On this day in Tudor history, 20th February, Mary I was baptised, Lady Agnes Hungerford was hanged for murder, Edward VI was crowned king at Westminster Abbey, and Anne Herbert (née Parr), Countess of Pembroke, died…[Read More...]
On this day in Tudor history, 17th March 1570, in the reign of Queen Elizabeth I, William Herbert, 1st Earl of Pembroke, soldier, courtier and landowner, died at Hampton Court, aged sixty-three.
Here are some facts about this Tudor earl, who was known as Black Will Herbert and had a queen as a sister-in-law…[Read More...]
February 20 – Anne Herbert, Countess of Pembroke, wife of Black Will Herbert and sister of Catherine Parr
On this day in Tudor history, 20th February 1552, Anne Herbert, Countess of Pembroke, died at Baynard’s Castle in London.
Anne was the younger sister of Queen Catherine Parr and served Queens Anne Boleyn, Jane Seymour, Anne of Cleves and Catherine Howard.
Let me give you a few facts about this Tudor countess…[Read More...]
In this second part of “This week in Tudor history” for the week beginning 15th February, I talk about how the death of a French duke led to an awful massacre, and how the imprisoned Margaret Douglas heard of her son’s murder, as well as introducing a countess who served all six of Henry VIII’s wives and who was close to his daughter Mary, and a noblewoman who managed to give birth twice while imprisoned in the Tower of London.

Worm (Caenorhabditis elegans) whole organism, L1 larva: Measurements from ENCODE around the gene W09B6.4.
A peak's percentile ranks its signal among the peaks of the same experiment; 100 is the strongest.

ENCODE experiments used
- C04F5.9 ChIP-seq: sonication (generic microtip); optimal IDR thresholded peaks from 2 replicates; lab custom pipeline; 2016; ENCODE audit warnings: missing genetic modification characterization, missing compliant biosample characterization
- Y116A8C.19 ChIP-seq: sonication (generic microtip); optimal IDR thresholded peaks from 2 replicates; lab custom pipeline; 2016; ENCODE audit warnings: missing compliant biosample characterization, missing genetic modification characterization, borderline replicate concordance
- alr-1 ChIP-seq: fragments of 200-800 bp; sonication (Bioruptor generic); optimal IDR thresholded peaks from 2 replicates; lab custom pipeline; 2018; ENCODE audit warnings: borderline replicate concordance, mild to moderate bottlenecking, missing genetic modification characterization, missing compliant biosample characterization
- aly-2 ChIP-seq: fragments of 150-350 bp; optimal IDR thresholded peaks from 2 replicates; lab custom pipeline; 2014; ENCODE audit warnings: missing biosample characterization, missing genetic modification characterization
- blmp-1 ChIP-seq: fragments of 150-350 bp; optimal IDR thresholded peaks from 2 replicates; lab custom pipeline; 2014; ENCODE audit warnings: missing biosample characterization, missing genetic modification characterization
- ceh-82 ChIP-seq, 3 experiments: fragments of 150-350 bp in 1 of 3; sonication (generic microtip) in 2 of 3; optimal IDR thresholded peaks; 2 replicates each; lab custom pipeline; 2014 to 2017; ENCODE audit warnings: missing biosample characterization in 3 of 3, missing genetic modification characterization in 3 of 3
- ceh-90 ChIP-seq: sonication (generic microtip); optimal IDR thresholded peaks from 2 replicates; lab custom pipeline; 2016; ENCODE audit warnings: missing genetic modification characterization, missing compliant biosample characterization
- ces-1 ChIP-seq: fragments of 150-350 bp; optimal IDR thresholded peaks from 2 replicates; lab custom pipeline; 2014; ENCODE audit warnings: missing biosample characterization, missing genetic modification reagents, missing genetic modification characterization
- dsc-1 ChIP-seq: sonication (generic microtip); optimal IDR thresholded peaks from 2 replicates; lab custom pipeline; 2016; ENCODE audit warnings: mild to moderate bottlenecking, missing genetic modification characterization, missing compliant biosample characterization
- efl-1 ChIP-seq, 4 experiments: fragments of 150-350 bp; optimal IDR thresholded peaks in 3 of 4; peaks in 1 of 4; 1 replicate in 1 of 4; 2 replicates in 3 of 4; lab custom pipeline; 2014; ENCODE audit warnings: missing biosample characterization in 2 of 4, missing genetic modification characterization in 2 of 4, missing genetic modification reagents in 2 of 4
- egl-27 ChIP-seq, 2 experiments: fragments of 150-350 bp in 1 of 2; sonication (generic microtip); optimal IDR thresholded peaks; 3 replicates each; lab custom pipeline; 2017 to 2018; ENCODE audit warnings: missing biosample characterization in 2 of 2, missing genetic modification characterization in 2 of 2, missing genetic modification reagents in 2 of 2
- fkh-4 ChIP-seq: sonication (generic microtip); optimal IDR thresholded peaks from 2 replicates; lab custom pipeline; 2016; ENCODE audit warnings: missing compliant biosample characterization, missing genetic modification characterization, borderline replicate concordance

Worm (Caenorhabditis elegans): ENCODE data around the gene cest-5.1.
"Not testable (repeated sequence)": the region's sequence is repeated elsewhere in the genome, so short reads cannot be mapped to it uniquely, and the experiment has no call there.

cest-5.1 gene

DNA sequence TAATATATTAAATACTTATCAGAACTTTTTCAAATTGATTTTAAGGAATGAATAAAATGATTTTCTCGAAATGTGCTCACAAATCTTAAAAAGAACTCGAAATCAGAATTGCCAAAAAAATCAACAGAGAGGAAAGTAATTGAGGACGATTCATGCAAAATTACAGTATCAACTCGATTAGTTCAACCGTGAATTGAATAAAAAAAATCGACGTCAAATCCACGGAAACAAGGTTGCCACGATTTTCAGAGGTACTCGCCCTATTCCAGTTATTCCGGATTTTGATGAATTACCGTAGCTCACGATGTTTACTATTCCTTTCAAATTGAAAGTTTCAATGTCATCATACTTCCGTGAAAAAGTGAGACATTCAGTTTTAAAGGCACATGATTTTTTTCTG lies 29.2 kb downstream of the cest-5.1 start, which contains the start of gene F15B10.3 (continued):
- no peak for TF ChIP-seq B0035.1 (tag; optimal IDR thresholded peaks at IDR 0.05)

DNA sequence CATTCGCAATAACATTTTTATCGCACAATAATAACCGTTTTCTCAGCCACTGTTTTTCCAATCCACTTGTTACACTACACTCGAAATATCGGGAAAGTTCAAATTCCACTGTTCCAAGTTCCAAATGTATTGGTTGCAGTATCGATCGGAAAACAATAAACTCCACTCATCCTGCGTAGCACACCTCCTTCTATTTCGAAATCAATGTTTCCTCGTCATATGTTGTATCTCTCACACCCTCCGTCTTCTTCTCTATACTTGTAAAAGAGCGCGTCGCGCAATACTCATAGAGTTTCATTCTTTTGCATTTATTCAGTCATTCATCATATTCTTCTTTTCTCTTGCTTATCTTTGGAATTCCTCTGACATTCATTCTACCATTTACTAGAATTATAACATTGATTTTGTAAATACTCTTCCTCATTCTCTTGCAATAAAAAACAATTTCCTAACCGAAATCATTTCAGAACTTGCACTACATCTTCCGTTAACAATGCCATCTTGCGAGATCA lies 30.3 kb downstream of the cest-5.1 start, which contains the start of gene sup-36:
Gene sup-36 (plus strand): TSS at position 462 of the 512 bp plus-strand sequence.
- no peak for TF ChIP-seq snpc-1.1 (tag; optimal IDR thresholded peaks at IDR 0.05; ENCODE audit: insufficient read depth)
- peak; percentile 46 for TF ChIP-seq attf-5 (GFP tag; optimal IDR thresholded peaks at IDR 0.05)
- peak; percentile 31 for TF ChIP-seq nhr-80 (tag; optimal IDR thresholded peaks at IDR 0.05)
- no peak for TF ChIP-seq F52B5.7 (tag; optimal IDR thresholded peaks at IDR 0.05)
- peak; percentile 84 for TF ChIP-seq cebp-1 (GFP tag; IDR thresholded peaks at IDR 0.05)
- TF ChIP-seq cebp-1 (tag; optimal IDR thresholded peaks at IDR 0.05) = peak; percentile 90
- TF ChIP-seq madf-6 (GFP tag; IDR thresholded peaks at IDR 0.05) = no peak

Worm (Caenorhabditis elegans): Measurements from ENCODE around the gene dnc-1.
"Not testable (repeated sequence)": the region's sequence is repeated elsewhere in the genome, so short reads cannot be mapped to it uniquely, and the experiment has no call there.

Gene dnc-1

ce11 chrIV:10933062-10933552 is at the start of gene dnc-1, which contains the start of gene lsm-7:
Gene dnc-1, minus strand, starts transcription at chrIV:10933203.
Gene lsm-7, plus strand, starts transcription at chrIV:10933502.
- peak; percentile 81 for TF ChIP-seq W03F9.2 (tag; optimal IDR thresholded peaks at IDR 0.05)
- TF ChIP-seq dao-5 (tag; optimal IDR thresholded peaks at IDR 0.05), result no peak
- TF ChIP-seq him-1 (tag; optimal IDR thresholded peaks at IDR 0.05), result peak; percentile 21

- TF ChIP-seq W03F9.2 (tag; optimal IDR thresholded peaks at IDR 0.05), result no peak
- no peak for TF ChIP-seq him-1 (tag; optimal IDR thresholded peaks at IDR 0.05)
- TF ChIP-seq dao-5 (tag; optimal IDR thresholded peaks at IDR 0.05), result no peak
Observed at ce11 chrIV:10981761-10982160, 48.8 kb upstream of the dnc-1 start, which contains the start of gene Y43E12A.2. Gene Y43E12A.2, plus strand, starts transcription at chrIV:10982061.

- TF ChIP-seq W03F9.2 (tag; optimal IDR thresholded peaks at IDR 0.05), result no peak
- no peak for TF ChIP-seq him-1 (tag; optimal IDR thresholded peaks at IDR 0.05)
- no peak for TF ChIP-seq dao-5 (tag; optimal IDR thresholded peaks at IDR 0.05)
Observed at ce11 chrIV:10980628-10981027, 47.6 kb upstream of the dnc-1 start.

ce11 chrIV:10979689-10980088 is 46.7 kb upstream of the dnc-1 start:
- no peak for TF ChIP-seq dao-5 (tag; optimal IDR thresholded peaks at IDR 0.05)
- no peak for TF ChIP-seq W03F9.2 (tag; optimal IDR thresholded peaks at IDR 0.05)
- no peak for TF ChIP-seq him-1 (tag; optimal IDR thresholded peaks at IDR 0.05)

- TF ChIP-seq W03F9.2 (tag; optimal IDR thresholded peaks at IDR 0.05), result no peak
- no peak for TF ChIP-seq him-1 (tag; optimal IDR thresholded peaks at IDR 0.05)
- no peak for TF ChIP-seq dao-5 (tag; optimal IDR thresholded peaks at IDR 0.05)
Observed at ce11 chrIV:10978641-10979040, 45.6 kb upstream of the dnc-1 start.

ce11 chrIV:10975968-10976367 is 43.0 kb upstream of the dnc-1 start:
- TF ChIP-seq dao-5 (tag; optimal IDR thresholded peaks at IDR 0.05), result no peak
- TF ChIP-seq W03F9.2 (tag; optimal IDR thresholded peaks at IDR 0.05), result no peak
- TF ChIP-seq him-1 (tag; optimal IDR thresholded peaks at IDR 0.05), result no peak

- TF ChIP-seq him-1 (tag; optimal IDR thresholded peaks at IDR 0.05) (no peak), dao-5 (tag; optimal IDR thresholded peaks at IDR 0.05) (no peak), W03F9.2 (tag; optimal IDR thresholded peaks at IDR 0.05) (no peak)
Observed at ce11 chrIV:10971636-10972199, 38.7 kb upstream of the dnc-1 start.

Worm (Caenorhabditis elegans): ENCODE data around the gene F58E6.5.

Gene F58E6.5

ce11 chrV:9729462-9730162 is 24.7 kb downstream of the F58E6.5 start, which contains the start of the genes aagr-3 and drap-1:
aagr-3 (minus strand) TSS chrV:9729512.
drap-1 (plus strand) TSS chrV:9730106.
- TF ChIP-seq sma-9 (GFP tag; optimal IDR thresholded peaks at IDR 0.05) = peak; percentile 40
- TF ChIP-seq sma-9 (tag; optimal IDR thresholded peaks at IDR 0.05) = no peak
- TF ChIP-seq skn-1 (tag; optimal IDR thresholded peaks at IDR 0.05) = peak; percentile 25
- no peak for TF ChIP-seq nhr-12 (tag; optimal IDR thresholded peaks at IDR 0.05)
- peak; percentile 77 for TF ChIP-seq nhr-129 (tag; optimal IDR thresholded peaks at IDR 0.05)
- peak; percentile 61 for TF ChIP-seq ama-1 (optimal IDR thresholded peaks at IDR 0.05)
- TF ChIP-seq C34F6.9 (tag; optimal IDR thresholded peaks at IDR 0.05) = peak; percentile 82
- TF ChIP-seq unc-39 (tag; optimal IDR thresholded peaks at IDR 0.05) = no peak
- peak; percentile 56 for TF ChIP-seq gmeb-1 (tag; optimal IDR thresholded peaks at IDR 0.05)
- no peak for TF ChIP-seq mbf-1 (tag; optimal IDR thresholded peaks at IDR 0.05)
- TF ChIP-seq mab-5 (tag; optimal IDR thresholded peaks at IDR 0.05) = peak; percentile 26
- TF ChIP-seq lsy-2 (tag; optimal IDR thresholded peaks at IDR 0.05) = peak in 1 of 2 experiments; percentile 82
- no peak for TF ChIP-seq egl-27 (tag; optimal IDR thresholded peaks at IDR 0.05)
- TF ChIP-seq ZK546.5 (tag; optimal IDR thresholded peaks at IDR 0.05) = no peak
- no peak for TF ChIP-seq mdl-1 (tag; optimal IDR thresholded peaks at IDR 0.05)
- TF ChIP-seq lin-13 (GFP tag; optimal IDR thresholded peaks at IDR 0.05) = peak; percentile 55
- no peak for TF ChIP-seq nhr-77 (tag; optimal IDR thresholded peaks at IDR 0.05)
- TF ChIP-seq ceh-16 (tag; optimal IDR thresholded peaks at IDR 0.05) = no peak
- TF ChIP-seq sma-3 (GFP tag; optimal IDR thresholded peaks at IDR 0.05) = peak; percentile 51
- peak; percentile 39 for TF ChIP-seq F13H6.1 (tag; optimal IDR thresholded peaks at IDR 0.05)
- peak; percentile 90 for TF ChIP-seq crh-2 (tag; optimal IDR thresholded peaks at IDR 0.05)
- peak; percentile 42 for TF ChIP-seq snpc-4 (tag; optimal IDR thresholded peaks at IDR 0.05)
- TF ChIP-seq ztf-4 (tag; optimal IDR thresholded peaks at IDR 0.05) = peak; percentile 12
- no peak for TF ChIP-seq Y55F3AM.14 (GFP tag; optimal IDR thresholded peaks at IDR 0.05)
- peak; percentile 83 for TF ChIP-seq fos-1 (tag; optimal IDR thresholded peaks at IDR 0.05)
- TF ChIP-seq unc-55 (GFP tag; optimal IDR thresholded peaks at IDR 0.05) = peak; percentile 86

18th February 1563 – Francis, Duke of Guise, was wounded by a Huguenot assassin at the Siege of Orléans. He died a few days later and his death was a factor in the 1572 St Bartholomew’s Day Massacre.[Read More...]
Anne Parr was born on 15th June 1515, in the early years of Henry VIII’s reign. Her parents were Sir Thomas Parr and Maud Green. Thomas was an English knight, courtier, and Lord of the Manor of Kendal in Westmorland (current day Cumbria). Perhaps more famously known in contemporary historiography as the younger sister of Katherine Parr, the sixth wife of Henry VIII, Anne Parr has remained a particularly elusive character in terms of research, when compared to her fashionable contemporaries. However, she led an equally interesting and eventful life. Despite the Parr daughters having a northern-born father, they grew up in the south of England. Their father’s seat at Kendal castle was, during their childhood, falling into disrepair, and living in the south was more practical in terms of their father’s role at court; Westmorland simply being too far from the centre of government and monarchy. In a manner more cosmopolitan, the Parr family resided at their modest house in Blackfriars, where Anne and Katherine were likely born and raised. This relative closeness to the court was convenient for Maud Parr, who was one of Queen Catherine of Aragon’s primary ladies in waiting.[Read More...]